the AIDS virus are shunned by society and the government and are
left to die.

28. Relevant Literature.

(1) “New Border Checkpoints Open,” Bangkok Post, 7 October 1992.

(2) Steven Schlosstein, Asiaþs New Little Dragon (Chicago:
Contemporary Books, 1991), 196-197.

(3) Aaron Sachs, “The Last Commodity: Child Prostitution in
the Developing World,” World Watch (July/August 1994), 28.

(4) “Burma Report on Human Rights Practices for 1996,”
Department of State Human Rights Country Reports (1997 U.S.
Department of State, February 1997).

(5) Ibid.

(6) Ibid.

(7) “An International Trade in Sex Slavery,” Bangkok Post, 18
July 1991.

(8) “89 Suspected Call-girls Arrested,” The Nation (Thailand), 28
July 1993.

(9) Bertil Lintner, “Immigrant viruses,” Far Eastern Economic
Review, 20 February 1992, 31.

(10) “The Slaves from Myanmar,” Economist 330, 5 February 1994: 32.

(11) “Special Rapporteur on Violence Against Women, its Causes and
Consequences,” U.N. Document E/CN.4/1995/42, (Geneva: United
Nations, 22 November 1994), 50.

(12) Michael S. Serrill, “Defiling the Children,” Time, 21 June
1993, 53.

(13) Bertil Lintner, “Burma: Plague Without Borders,” Far Eastern
Economic Review 157, 21 July 1994: 26.

(14) Nicholas D. Kristof, “Children for Sale — A special report;
Asian childhoods sacrificed to prosperity’s lust,” New York Time,
14 April 1996.

(15) Marlise Simons, “The Sex Market: Scrounge on the World’s
Children,” New York Times, 9 April 1993.

(16) Ron O’Grady, The Child and the Tourist (Bangkok, ECPAT: 1992),
80.

(17) Steven Erlanger, “A Plague Awaits,” New York Times
Magazine, 14 July 1991, 24.

(18) Ibid., 54.

(19) Joyce Barnathan, “The AIDS Disaster Unfolding in Asia: Nations
are Ill-equipped to Manage the Onslaught,” Business Week, 22
February 1993, 53.

(20) “The Lost Children,” Asiaweek, 7 February 1997, 36.

(21) Cleo Odzer, Patpong Sisters (New York: Blue Moon Books,
1994).

(22) Ibid., 2.

(23) Ibid.

(24) Statistical Yearbook for Asia and the Pacific, Economic and
Commission for Asia and the Pacific (Bangkok: United Nations,
1994).

(25) Michael S. Serrill, “Defiling the Children,” Time 21 June
1993, 52-56.

(26) Ibid., 52.

(27) A Modern Form of Slavery: Trafficking of Burmese Women
and Girls into Brothels in Thailand (New York: Human Rights Watch,
1993).

(28) Ibid.

(29) “ILO Program to Combat Child Prostitution and Trafficking,”
Agence France Presse, 6 December 1996.

(30) Trafficking Convention, Article 1.

(31) CEDAW, Article 6.

(32) Steven Erlanger, “A plague awaits,” New York Times
Magazine, 14 July 1991, 26.

(33) “Thailand: Sense about sex,” Economist, 8 February 1992,
33.

(34) Tawesak Nopkesorn, Suebpong Sungkorom, and Rungkan Sornlum,
HIV Prevalence and Sexual Behavior among Thai Men aged 21 in
Northern Thailand (Bangkok: Thai Red Cross Society, 1991).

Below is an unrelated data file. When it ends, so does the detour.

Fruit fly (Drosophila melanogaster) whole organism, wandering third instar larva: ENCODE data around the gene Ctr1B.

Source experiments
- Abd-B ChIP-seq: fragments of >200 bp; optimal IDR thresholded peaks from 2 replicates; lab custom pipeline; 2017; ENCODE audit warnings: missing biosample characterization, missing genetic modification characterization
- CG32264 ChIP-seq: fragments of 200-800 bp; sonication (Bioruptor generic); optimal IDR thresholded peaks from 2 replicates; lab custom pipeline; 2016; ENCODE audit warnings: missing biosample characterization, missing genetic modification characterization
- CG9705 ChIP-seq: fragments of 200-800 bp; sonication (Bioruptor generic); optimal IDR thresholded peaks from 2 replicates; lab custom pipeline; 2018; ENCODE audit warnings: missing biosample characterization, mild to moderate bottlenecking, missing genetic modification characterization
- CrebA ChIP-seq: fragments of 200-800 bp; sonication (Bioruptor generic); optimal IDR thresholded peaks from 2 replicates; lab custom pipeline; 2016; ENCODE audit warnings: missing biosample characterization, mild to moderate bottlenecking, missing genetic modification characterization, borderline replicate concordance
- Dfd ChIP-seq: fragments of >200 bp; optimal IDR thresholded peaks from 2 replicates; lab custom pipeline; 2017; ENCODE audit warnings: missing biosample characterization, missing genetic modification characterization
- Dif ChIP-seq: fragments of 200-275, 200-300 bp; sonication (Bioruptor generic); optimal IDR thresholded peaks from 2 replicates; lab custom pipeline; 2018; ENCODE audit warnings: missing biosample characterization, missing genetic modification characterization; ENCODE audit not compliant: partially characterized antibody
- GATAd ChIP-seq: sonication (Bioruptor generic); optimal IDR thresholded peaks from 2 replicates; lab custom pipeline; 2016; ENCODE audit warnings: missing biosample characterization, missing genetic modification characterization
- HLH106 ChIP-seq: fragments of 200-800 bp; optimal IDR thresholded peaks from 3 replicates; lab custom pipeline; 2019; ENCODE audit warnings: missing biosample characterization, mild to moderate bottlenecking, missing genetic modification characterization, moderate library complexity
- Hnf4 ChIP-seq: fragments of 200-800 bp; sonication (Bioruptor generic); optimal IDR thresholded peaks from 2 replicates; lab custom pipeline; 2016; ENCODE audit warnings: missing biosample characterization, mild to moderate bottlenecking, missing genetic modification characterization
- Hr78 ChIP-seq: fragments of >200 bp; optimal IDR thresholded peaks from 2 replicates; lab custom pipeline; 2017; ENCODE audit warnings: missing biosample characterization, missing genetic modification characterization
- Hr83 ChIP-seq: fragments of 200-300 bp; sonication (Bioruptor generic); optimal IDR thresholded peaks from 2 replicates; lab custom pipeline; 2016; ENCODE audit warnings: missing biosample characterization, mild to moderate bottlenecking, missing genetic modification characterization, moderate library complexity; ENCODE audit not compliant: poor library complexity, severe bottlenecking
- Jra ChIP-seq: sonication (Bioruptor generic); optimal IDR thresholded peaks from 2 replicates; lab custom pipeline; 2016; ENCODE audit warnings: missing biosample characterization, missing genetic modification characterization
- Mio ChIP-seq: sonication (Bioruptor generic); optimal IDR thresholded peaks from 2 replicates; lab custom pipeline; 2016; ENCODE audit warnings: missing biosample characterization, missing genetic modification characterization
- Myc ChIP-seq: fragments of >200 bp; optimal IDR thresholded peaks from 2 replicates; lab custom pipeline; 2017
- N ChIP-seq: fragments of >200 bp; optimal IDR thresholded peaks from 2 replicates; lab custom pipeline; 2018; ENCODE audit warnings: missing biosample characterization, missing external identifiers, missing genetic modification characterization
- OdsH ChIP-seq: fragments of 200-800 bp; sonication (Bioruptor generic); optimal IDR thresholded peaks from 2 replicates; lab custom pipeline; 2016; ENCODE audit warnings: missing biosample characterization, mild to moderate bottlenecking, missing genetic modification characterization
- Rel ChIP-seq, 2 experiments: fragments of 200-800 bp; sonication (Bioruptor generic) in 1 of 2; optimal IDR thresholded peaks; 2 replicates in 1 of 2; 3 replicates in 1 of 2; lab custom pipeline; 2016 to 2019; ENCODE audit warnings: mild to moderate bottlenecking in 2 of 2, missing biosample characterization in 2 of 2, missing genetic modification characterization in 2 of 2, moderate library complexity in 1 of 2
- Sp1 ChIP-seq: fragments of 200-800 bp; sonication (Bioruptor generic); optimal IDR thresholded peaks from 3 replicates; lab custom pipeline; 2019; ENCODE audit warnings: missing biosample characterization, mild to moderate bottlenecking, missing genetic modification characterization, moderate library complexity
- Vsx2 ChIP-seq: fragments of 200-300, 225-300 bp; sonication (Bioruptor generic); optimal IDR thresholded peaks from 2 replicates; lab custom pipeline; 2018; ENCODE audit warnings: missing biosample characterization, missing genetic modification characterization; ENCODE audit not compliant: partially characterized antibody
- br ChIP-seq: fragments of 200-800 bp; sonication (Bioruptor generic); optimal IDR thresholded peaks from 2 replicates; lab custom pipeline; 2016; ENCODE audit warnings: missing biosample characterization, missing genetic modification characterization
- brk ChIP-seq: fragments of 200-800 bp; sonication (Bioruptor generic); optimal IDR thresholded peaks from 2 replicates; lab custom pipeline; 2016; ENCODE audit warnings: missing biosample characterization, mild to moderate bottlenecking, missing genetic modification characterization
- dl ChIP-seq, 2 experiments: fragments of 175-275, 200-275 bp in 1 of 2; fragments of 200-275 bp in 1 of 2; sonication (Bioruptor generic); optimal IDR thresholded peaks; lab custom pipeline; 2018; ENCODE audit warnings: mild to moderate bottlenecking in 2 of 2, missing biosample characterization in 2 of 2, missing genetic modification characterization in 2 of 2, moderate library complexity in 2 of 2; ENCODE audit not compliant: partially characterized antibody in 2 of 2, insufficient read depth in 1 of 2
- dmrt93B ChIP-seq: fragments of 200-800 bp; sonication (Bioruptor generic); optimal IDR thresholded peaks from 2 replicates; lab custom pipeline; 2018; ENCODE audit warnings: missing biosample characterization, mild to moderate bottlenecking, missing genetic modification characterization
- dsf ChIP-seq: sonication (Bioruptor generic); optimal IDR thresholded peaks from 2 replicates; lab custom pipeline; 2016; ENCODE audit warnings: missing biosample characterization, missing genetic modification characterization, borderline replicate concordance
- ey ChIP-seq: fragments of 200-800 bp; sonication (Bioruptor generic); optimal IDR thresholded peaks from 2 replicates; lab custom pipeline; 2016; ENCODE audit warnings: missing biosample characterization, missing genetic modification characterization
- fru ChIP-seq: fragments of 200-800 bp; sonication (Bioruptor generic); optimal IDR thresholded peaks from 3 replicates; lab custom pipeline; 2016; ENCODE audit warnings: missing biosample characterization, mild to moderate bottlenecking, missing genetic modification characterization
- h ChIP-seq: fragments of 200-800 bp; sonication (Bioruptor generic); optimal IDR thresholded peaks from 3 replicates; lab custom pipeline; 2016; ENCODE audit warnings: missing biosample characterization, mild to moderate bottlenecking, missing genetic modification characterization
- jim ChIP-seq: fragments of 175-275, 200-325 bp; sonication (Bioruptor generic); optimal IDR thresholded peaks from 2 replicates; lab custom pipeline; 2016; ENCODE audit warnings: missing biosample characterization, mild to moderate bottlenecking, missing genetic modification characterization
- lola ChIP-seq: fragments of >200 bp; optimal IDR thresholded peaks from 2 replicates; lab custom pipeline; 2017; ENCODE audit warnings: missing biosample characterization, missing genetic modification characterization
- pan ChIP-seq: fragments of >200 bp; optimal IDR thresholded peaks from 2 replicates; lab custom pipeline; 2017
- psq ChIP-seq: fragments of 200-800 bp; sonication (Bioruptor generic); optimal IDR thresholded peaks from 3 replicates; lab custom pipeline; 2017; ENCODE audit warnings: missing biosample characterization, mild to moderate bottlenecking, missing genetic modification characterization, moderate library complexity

(35) Aaron Sachs, “The Last Commodity: Child Prostitution in the
Developing World,” World Watch (July/August 1994), 28.

(36) Deemar Corporation, Presentations of Findings. Knowledge,
Attitudes and Practices. Study on AIDS in Urban Thailand
(Bangkok: Deemar, 1990), 2; quoted in Mark J. Vanlandingham,
“Sexual activities among never-married men in northern Thailand,”
Demography 30 no. 3 (August 1993): 297-311.
May, 1997

source: http://gurukul.ucc.american.edu/ted/MYANSEX.HTM

Beli’s story

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Beli was only fourteen years old when she was sold in to a life of prostitution. The brothel madams beat her, starved her, assaulted her both physically and mentally, and locked her in a room until she lost the will to escape. After nearly four years in a brothel, of never being allowed out on the street to buy anything, of living and working in a tiny room with four other people, servicing up to 45 men a day, Beli has escaped to a shelter in Bombay, rescued by Vinod Gupta, a millionaire social worker dedicated to helping these young girls escape the prostitution rings.

But Beli will never shake the legacy of the brothel. Now, at 17, she has found out that she is HIV-positive. She doesn’t want to return home, and she has refused to see her brother after he spit in her face when told she had AIDS.

Life would seem desperate to others not in Beli’s position. But she will be kept safe and happy, among her new family at Anuradha Koirala’s shelter, and looks forward to being able to provide for herself after she completes her painting courses.

Beli’s story of kidnapping and rape is not uncommon. Experts believe there are more than 10,000 Nepalese prostitutes in India, many of whom were forcibly abducted or tricked into going there by friends and family who sold them to pimps or brothel owners for prices that range from US $40 to US $1,000.{2} While prostitution is not a crime in India, soliciting and sexual contact with children under 18 is illegal. Areas notorious for selling their innocent girls to India consist of: Ichok, Mahankal, Thakani, Duwachaur of Sinduphalchowk District, and Sikharbese. Also included are Gyangphedi, Kulu, Dhade, Bolgapm, Pating Sireese, Likhu and Kharbuji of Nawakot District. These are the most common villages where deceit is not often necessary. The families willingly sell their young girls for ‘big money.'{3} The practice of selling the girl-child is so commonly accepted in some areas that entire villages have been depopulated of women. With the sale of a young woman bringing as much as 10 year’s income, there is little surprise at the support to sell the girls. Other times, the girls will return to their villages with new clothes, cash, and jewelry, recruiting even more people into the trafficking ring.